Death of Louise Gareau, an exceptional nurse

“Super Nurse” before the hour, great activist for the right to abortion and feminist-socialist, Louise Gareau, who devoted 50 years of her life to the health of women here and elsewhere, died Tuesday afternoon at the age of 79, just weeks after being diagnosed with two cancers.
Theouise Gareau has participated with five other women to set up in the early 80s, the Women’s Health Center (CSDF) of Quebec, the first clinic to perform abortions in the region, at a time when the practice was still illegal but nevertheless tolerated in Quebec.

Located in the CSN building on Charest Boulevard, the CSDF defended the right to abortion and its support by the public health system, but also, more generally, to develop the power to act. and women’s self-determination, sums up the professor at Laval University’s Faculty of Nursing Bernard Roy in his book Louise Gareau, a combat nurse , published in 2009.

D Dr. Henry Morgentaler, with whom Louise Gareau fought for the right to abortion, tell the nurse that she was one of those people “who made that I felt supported in the fight of my life dignity, for the right of women to freely choose their motherhood and to have free and dignified access to a voluntary termination of pregnancy in good conditions, “says Bernard Roy in his book.

One of the women behind the creation of the CSDF and a great friend of Louise Gareau, Pauline Gingras, says that the co-founders of the center preferred to have their own institution rather than a clinic of Dr. Morgentaler in Quebec, as it is had proposed them. “We thought we could handle that ourselves. We found doctors who agreed to do abortions with us, “says the former social worker, who knew Louise Gareau in the 70s, while the two women were part of the first team of the CLSC of the Lower Quebec City.

“Woman of conviction”

“Louise was a very committed woman, a woman of conviction who always defended her ideas with ardor, but also with great respect for others,” recalls Pauline Gingras.

In an interview given to the Sun in 2009, when she had just received the YWCA Grand Prix for the Advancement of Women and the Florence Award from the Quebec Order of Nurses, Louise Gareau explained that the CLSC Lower Quebec City, located in an area where drugs, prostitution, STDs and infant mortality were common, was the ideal place to act and make a difference.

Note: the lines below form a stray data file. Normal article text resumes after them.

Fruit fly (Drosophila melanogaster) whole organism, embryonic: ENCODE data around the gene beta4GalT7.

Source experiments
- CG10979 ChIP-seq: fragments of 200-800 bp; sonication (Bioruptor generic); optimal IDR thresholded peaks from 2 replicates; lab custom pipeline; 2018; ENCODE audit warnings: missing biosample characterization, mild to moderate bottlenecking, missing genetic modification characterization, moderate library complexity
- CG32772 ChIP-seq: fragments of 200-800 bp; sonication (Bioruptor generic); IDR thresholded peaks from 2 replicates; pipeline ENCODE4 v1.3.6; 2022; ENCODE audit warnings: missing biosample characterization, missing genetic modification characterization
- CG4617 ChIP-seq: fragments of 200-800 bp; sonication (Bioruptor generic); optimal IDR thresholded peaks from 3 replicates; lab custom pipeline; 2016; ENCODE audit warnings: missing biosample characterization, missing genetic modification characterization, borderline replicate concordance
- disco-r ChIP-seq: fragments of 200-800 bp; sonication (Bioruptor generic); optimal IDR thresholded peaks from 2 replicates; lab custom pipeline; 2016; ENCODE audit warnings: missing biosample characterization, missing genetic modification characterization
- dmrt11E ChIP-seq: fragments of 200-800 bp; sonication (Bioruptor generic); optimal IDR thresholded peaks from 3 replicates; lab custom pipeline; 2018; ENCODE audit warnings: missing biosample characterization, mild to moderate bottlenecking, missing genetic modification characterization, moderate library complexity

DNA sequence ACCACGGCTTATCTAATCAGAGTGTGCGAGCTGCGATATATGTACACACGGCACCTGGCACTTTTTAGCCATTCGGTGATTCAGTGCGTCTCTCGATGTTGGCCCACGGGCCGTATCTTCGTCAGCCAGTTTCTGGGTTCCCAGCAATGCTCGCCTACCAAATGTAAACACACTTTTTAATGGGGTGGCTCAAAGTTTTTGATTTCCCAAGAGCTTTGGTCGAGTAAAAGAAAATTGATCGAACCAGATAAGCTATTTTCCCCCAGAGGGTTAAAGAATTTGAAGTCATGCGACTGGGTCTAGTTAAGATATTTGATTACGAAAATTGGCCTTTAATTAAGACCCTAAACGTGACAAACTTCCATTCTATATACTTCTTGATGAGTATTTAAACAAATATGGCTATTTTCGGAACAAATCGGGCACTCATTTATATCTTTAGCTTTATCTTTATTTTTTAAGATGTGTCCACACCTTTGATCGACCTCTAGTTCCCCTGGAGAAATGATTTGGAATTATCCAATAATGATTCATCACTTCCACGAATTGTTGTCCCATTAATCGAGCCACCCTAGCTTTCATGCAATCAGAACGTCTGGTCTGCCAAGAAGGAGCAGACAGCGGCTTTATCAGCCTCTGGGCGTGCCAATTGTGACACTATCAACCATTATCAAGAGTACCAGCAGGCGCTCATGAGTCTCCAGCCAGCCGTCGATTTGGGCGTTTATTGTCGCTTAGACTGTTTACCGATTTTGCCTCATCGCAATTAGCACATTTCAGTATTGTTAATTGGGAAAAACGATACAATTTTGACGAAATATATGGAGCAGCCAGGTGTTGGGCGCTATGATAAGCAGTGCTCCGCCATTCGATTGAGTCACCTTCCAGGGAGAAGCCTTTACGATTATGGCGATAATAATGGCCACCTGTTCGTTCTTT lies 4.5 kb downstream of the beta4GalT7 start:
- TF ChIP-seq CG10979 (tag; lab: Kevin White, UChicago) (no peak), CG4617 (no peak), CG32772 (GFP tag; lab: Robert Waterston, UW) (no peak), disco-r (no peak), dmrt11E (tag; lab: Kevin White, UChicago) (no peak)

Empowered by autonomy, Louise Gareau wanted nurses to occupy their rightful place. “I never thought that a doctor was better than a nurse and I always said that it was two independent professions that complemented each other,” she told our colleague Josianne Desloges, 10 years before the government Legault authorizes specialized nurse practitioners to perform diagnostics.

Internationally

Louise Gareau has also been involved internationally, having practiced as a nurse in Nicaragua following the Sandinista revolution, promoting measures and programs to improve the health of women and men. children.

After this experience, she will be involved as a researcher in an HIV research project with Maria De Koninck, for whom “Louise is one of those little-known women who have made outstanding contributions to the advancement [of the cause] of women”.

The nurse also worked in Rwanda in the early 1990s, where she will provide training on HIV / AIDS and STDs. The genocide will force her to leave the country. To Bernard Roy, she confided to having been inhabited by a feeling of guilt, saying that it “should have been there, with them [Rwandans], during the genocide”.

In A Sunday at the Pool in Kigali, Gil Courtemanche writes that his book “would not have existed without Louise Gareau”. “We met for the first time at the bar of the Hotel des Milles Collines in Kigali. I did not know anything about Rwanda or the problem of AIDS in this country. […] Louise knew all the blood and all the pains, all the lies and all the hypocrisies “, testifies the journalist and writer.

In recent years, Louise Gareau, who has also worked with Aboriginal communities, took a close interest in the development of the SABSA (Low Accessibility Services) Cooperative, a non-physician clinic that treats vulnerable patients in the Low Income Community. -City of Quebec, often disaffiliated from the traditional health network. “She followed what we did, always gave us a hand by testifying of her experience,” reports IPS Isabelle TĂȘtu, for whom Louise Gareau will remain “an inspiration”.

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